Containerisation Microservices

Containers and microservices enable developers to build and manage self-healing microservice-based applications more easily. While the two terms aren’t the same thing, in reality, containers and microservices are often used in the same sentence.

Microservices contain everything from the operating system, platform, framework, runtime and dependencies, packaged as one unit of execution. Containers encapsulate discrete components of application logic provisioned only with the minimal resources needed to do their job

So, what are microservices? A microservices architecture splits your application into multiple services that perform fine-grained functions and are part of your application as a whole. Each of your microservices will have a different logical function for your application.

Traditional applications have monolithic architectures where all your application’s components and functions are in a single instance; microservices break apart monolithic applications into smaller parts.

Technically speaking, a container is just a process spawned from an executable file, running on a Linux machine, which has some restrictions applied to it, for example:

  • A container is not allowed to “see” all of the filesystem, it can only access a designated part of it.
  • A container is not allowed to use all of the CPU or RAM.
  • A container is restricted in how it can use the network.

Historically, modern operating systems have always imposed restrictions on processes, for example every Linux process runs with privileges of a system user, but the containerization technology has introduced more possible restrictions and made them more flexible.

A container is a useful resource allocation and sharing technology. It’s something devops people get excited about. A microservice is a software design pattern. It’s something developers get excited about.

They are related, but do not require each other. You can have a monolith deployed as a container, or you can have an unrestricted, non-containerized microservice.

Benefits of Microservices

  • easier automated testing;
  • rapid and flexible deployment models; and
  • higher overall resiliency.

Drawbacks of Microservices

  • the need for more careful planning;
  • higher R&D investment up front; and
  • the temptation of over-engineering.

Let’s compare some of the most popular tools for containerized microservices in detail:


  • First large-scale, open-source containerization solution.
  • Built-in security: Containerizing an app with Docker automatically reduces the chances of an app outside the container running remote code. This offers built-in application security without needing to code any audits.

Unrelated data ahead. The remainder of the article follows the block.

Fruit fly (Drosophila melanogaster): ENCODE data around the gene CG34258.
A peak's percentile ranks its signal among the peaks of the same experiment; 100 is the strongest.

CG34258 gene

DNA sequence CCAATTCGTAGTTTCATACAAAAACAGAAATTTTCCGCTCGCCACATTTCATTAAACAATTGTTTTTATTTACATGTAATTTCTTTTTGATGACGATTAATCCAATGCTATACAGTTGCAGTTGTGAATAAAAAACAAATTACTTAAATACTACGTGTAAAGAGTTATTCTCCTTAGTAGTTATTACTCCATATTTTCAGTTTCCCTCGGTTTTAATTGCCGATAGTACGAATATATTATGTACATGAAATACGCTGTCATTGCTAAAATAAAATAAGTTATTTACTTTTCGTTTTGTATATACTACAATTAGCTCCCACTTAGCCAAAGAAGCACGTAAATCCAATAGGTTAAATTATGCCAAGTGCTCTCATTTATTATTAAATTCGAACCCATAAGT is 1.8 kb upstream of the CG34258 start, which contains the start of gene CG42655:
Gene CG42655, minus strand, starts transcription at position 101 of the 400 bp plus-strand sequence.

• Scalability: After running a web-based microservice in a docker container, the application can run anywhere. Users can access the microservice via their smartphones, tablets, laptops, or PCs. This significantly reduces your deployment and scalability challenges.
  • Reliable deployment infrastructure: Docker’s hard-coded deployment infrastructure with version control ensures that everyone on your development team stays on the same page.


Kubernetes is another name synonymous with containerization. It is a “container orchestration” tool that helps developers run and support containers in production. The open-source container workload platform allows you to manage a group of containerized microservices as a “cluster.” Within a Kubernetes cluster, you can distribute available CPU and memory resources according to the requirements of each containerized service. You can also move containers to different virtual hosts according to their load.

Docker Swarm

Swarm is a container orchestration tool native to the Docker ecosystem. Swarm is a simpler solution for teams that don’t require the advanced features of Kubernetes. Because of its simplicity, Swarm facilitates faster container deployment in response to new demands.

Apache Mesos

Mesos is an open-source container orchestration tool similar to Kubernetes. Unlike Kubernetes, Mesos orchestrates other types of applications in addition to containerized ones. That’s why Mesos calls its commercial product DC/OS (Data Center Operational System). As Dorothy Norris on Stratoscale points out, “Mesos understands that …we should use the best tools for each particular situation.”

At AnAr, we analyze the most popular tools for launching and orchestrating containerized microservices according to business needs. Contact us for more details.

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